For the final article in our index synchronization feature, we’ll look at the implementation of the new index synchronization mechanism that we introduced in the last article and show initial test results.
Following consensus between developers on the suggestion shared by COZ developer Ixje, an updated proposal for the new sync mechanism was opened for discussion. The proposal provided a draft design for the solution, which has now been successfully implemented. The new sync process will be merged into the Neo3 codebase following pending node health and security mechanisms.
The new synchronization logic is facilitated by the creation of a SyncManager class, responsible for managing tasks related to block synchronization such as monitoring other nodes for block height changes. If a difference in block height is observed, a number of synchronous tasks are assigned to begin the synchronization process.
These tasks are able to process up to 50 blocks each, and include a particular block index to start from and end at. These indexes are used to specify which block data to request from other nodes. Once the new block data has been received, the node can verify and persist it, informing the SyncManager of the changes and completing the current synchronization tasks.
In the event that an invalid block has been detected, the SyncManager is notified of its index, which it can use to determine the node that has sent the invalid block. At this point, a new task is created to request new block data, and the faulty node will be replaced by a new healthy node.
This mechanism ensures that nodes do not persist invalid blocks, and is one of several node health assessment functions that will be included as part of the implementation.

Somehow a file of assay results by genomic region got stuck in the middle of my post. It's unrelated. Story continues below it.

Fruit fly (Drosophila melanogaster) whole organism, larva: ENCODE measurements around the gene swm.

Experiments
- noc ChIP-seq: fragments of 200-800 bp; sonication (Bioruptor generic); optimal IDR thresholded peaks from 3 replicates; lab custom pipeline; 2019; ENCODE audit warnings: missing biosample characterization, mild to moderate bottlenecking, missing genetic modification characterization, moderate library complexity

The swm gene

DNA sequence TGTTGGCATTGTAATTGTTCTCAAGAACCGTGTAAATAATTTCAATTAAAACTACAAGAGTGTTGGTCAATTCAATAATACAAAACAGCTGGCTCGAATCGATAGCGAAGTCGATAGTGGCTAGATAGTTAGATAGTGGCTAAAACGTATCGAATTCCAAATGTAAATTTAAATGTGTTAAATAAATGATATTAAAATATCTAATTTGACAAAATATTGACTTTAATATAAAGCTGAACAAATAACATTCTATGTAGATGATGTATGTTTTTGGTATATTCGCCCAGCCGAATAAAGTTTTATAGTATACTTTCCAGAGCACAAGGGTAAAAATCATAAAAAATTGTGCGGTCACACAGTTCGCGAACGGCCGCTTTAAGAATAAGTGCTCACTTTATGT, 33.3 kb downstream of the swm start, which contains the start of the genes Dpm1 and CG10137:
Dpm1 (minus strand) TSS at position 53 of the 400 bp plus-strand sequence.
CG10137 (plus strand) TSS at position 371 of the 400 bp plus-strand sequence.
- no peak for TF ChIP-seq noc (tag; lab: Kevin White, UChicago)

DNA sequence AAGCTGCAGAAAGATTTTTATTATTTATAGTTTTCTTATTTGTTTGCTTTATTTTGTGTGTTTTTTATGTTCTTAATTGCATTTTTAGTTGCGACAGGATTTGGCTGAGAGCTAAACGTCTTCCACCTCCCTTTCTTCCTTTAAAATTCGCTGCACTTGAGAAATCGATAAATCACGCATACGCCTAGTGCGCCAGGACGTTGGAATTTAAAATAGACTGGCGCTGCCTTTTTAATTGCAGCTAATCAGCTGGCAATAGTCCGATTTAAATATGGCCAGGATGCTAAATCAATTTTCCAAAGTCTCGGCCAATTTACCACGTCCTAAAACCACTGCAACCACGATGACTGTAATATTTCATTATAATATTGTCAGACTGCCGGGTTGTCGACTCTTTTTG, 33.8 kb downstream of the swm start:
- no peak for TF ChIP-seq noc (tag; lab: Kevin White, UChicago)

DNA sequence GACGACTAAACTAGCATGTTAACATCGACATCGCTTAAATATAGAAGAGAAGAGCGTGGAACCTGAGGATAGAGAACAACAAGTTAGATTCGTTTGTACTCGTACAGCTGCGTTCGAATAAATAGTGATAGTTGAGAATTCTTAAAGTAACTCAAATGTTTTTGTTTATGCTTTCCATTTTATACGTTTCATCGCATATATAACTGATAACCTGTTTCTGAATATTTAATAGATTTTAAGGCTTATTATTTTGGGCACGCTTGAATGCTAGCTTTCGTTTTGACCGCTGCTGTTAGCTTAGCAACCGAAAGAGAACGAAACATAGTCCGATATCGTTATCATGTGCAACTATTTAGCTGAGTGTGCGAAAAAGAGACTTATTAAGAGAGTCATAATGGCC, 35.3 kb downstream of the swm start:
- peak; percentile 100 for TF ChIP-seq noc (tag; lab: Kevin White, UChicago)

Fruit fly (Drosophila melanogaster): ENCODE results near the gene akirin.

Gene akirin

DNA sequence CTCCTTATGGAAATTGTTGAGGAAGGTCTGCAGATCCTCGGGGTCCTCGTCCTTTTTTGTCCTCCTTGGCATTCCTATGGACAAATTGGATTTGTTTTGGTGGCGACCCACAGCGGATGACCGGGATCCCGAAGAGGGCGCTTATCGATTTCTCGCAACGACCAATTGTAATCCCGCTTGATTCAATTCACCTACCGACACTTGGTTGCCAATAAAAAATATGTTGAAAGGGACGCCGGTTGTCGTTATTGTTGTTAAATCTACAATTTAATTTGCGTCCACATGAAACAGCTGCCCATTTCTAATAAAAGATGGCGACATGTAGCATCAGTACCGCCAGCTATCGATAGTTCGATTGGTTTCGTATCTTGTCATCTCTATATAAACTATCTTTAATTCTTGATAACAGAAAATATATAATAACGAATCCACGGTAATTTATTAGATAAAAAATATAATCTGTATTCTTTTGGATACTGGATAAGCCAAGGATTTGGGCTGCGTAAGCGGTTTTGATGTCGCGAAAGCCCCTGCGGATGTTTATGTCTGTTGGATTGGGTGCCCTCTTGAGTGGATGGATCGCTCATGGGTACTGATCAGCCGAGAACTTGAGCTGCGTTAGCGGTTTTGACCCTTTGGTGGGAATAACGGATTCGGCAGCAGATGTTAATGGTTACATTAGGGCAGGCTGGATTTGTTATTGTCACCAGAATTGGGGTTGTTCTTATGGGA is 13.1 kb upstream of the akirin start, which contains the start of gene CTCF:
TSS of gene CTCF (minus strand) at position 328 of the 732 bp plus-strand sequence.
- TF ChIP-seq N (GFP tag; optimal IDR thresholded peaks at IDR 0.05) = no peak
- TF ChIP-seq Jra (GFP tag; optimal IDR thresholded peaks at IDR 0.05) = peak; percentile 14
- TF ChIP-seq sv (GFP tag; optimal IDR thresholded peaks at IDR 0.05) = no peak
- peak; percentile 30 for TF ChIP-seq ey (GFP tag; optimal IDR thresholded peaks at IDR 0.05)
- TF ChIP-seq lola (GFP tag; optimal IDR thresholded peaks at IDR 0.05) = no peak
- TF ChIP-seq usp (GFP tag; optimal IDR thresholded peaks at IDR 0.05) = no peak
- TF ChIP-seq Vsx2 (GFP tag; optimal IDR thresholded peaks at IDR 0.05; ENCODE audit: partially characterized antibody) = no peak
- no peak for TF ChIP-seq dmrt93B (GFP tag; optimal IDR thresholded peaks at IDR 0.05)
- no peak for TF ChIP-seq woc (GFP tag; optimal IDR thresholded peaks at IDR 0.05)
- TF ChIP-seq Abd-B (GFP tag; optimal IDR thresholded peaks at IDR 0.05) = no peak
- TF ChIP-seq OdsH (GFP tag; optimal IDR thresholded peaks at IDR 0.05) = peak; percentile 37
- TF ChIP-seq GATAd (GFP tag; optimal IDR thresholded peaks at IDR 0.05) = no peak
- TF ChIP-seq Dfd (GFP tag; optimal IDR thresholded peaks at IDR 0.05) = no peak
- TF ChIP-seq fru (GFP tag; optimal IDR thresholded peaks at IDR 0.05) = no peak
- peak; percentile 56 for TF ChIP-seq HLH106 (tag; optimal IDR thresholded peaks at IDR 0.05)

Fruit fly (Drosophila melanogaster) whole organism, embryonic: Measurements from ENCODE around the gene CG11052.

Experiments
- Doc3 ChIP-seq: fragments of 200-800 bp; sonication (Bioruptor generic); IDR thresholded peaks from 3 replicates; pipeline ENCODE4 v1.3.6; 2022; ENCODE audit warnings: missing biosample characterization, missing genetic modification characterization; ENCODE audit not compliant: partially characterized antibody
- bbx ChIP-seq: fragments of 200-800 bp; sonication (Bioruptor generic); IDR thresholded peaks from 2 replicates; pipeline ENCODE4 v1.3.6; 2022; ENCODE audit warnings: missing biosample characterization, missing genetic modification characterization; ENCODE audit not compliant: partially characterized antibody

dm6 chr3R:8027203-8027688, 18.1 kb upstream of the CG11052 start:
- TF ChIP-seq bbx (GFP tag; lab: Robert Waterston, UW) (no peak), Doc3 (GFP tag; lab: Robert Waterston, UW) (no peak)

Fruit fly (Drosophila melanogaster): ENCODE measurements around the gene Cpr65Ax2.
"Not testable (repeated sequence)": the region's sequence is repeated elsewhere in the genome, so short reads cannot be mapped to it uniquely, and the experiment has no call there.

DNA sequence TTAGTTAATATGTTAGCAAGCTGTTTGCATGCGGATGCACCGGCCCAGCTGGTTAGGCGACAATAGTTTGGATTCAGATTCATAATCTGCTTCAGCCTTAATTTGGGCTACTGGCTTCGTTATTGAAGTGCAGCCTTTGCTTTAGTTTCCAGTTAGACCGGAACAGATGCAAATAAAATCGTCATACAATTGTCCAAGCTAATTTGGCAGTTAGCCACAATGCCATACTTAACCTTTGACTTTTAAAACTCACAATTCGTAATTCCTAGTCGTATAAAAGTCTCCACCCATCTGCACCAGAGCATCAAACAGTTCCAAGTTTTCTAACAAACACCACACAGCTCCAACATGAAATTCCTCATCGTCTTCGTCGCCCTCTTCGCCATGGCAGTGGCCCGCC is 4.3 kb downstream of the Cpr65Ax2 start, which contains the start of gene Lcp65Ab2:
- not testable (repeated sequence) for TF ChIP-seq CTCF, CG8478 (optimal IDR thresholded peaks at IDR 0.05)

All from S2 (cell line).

In addition to faulty block data, other attributes will be monitored to help assess node health. Examples of these attributes provided by neo-python maintainer Ixje include the time it takes for a node to deliver data (calculated by payload size), the node’s average request time (assists with load balancing), and a timeout counter that will disconnect a node that takes too long to reply.
Following the implementation, senior QA engineer for NGD Shanghai, Xiaoyun Yang, shared tests of the new synchronization mechanism in comparison to the header-first approach used by Neo2.
In a single consensus node network with a little over 21,000 blocks, a Neo2 node without the StatesDumper plugin installed took approximately 23 ms to synchronize each block. With the plugin enabled, which dumps status data such as storage modifications for debugging, this increased to approximately 36 ms per block.
For the Neo3 node with the new index sync implementation, a substantial decrease in synchronization time was observed. Without StatesDumper, the Neo3 node spent approximately 4.2 ms per block synchronized, completing synchronization in a little under one fifth of the time. With the plugin enabled, around 4.7 ms were spent on each block, corresponding to over a 7x reduction in sync time compared to Neo2.
These tests show the notable improvements to network efficiency provided by the changes. Coupled with the improved handling of peers through node health metrics, these changes are expected to greatly improve the speed and UX of block synchronization on the Neo3 blockchain.